Tuesday, July 14, 2015

The cow ate my homework.

Today I had the honor of escorting a special four year old to the mecca of his fascination -- aka the LEGO store.  Science camp ended promptly at noon, and we headed to Chick - Fil - A for lunch, as it is one of the few fast food places soy/dairy/gluten-free four year olds can dine.  Traffic was awful, and I was relieved to skirt around the place by entering on the neighborhood street instead of off the main road.

Yet the parking lot was insane.  I've never seen so many cars.  We got out, and headed in, only to realize that we were the only people there not dressed as cows.

WAIT.  WHAT?

You read correctly.  Apparently too much Netflix and not enough local television this summer had kept me out of the loop.  My plaid shorts and green t-shirt certainly stood out in a sea of people with sewn on, drawn on, stapled on, pinned on, and/or taped on black spots on white shirts and shorts.  There were a few folks with masks, many with ears and tails, and one family that sported inflated rubber hospital gloves as udders.

I felt udderly unprepared.

The place was mobbed, with nary an unoccupied table.  We opted to eat on the go, because, after all, our destination was still 60 miles away.  After nearly an hour of waiting, we were on our way, munching on chicken and still giggling about the moooving experience that we had just witnessed.

Education Connection?

Why yes, this is a blog about education.  Thanks for remembering.

As I continued east on Route 30, alternatively singing all the words to Ghostbusters, Shake it Off, and Uptown Funk, with my grandson, I got to wondering about how traditions of tomfoolery bring people together.  Certainly Spirit week, including the celebrated Green and White Day would cause strangers visiting school to want to shed their offending colors, just to blend in, much like a certain grandmother, aunt, and grandson looking for wayward spots that have fallen off of other visitors that just might have enough stick left in them to stick to our shirts.

In 1995, the National Center for Education Statistics gathered details about the importance of student engagement in extra-curricular activities in high school, which demonstrated significant correlation between academic success and involvement in high school.  Yes, I realize this was 20 years ago, and there have been additional studies since that time, continuing to support the original research.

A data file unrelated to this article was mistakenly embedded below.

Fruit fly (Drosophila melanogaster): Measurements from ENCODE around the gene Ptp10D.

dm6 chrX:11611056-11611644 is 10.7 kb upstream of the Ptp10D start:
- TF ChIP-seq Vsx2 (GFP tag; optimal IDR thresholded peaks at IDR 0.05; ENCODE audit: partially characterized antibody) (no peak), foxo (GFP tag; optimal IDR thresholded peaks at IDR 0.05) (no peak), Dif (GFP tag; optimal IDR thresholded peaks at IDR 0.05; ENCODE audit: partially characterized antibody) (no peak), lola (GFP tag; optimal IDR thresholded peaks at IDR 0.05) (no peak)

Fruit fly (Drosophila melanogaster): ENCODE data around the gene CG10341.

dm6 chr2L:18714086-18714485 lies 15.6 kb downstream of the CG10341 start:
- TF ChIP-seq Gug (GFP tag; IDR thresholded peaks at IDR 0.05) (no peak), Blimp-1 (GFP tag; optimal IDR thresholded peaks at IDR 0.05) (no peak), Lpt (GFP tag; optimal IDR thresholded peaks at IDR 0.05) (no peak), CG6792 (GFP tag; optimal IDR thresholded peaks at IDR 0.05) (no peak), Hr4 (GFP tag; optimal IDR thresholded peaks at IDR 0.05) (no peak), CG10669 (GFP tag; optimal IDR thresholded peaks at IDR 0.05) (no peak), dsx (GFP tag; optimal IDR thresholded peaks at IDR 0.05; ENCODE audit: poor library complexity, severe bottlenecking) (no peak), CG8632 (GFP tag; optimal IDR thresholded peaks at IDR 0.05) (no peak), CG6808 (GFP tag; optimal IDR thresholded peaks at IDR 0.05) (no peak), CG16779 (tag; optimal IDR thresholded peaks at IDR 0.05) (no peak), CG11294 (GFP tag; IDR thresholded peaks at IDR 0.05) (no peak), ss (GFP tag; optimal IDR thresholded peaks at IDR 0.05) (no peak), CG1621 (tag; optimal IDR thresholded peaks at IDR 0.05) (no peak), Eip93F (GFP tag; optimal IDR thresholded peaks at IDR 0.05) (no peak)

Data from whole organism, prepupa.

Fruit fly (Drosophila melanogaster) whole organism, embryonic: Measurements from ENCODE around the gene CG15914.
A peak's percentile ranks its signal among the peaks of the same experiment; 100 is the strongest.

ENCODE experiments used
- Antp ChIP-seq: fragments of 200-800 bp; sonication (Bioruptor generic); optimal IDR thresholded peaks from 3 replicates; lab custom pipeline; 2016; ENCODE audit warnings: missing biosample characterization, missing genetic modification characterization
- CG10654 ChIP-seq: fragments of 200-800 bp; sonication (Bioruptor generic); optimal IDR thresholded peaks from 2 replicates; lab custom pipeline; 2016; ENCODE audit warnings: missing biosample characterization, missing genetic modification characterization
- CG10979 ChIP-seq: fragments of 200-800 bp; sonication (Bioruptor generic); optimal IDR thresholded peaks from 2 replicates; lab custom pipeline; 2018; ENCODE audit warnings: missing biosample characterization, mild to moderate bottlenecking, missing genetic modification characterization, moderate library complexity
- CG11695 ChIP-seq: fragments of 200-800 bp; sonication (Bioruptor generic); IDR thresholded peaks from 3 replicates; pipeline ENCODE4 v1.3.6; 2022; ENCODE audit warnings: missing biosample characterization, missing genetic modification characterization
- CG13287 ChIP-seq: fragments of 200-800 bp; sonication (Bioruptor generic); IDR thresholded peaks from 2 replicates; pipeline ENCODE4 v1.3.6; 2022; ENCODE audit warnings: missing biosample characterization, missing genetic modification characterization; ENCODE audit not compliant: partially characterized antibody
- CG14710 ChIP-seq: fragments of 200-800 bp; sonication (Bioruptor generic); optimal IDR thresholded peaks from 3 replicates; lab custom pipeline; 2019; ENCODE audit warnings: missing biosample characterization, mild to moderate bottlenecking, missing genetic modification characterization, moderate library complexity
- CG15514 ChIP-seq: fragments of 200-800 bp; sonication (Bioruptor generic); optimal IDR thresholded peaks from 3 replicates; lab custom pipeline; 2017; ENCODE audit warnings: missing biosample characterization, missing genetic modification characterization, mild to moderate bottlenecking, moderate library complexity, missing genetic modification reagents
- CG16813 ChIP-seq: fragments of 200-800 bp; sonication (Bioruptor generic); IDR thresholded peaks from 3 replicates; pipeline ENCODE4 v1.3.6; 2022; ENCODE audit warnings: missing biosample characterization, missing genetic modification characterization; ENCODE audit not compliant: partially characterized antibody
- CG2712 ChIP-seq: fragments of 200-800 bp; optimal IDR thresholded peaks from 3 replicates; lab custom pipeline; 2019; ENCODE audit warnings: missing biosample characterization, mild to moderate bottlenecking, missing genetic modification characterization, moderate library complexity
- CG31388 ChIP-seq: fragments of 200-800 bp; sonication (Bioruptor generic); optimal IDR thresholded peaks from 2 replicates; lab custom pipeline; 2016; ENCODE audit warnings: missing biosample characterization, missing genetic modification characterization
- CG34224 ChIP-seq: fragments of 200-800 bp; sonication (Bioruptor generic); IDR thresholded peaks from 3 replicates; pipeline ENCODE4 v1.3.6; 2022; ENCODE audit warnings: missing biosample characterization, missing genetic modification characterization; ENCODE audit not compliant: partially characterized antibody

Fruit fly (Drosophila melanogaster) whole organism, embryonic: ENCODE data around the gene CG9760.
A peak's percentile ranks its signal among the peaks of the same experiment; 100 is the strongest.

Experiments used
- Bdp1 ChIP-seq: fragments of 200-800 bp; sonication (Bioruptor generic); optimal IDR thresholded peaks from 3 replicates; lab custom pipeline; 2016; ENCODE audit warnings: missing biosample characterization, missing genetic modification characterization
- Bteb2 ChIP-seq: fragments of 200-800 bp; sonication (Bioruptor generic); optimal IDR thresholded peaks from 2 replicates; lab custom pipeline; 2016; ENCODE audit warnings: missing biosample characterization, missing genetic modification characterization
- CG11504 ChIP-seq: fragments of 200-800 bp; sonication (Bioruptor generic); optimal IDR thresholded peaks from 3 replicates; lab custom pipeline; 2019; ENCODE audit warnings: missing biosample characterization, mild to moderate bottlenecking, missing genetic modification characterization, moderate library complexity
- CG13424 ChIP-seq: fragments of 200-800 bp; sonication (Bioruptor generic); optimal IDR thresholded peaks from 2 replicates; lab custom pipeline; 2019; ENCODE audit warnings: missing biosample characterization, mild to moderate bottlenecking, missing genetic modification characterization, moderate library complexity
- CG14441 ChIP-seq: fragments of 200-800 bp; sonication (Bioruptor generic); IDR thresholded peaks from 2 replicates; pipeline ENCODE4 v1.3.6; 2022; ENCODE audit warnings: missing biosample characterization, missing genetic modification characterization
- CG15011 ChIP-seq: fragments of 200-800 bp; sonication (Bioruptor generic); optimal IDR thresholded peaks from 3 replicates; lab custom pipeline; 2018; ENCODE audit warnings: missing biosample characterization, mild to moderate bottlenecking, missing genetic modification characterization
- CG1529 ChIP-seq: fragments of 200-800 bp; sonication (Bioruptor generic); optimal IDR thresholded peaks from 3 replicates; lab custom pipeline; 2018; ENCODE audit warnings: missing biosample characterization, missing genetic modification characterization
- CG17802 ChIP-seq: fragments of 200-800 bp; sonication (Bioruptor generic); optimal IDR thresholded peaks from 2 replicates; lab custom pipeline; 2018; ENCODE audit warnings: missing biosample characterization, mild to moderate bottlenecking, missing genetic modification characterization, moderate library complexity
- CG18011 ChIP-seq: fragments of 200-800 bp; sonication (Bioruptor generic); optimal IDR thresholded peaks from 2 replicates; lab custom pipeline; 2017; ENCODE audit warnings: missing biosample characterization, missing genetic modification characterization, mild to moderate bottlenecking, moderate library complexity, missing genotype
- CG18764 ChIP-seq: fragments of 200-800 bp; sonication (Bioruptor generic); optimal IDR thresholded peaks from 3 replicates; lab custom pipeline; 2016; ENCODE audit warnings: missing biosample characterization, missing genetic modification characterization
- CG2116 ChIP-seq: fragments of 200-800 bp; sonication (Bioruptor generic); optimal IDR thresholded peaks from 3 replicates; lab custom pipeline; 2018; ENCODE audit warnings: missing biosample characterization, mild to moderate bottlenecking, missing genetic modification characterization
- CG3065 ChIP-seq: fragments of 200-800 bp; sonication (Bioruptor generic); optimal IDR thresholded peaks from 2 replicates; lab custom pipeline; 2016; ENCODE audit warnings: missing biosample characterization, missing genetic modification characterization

"Indicators of successful participation in school include consistent attendance, academic achievement, and aspirations for continuing education beyond high school. Extracurricular participation(1) was positively associated with each of these success indicators among public high school seniors in 1992. During the first semester of their senior year, participants reported better attendance than their non-participating classmates--half of them had no unexcused absences from school and half had never skipped a class, compared with one-third and two-fifths of nonparticipants, respectively. Students who participated were three times as likely to perform in the top quartile on a composite math and reading assessment compared with nonparticipants. Participants were also more likely than nonparticipants to aspire to higher education: two-thirds of participants expected to complete at least a bachelor's degree while about half of nonparticipants expected to do so. It cannot be known from these data, however, whether participation leads to success, successful students are more inclined to participate, or both occur."

So, my friends, pay attention to social media, or at least pull up your intended lunch destination's website on your smartphone prior to your arrival -- especially during the summer when the world works to pick up the slack and create the fun and excitement that school districts create during the other nine months of the year.  

And maybe consider keeping a few latex gloves in your glovebox, so you won't be udderly embarrassed.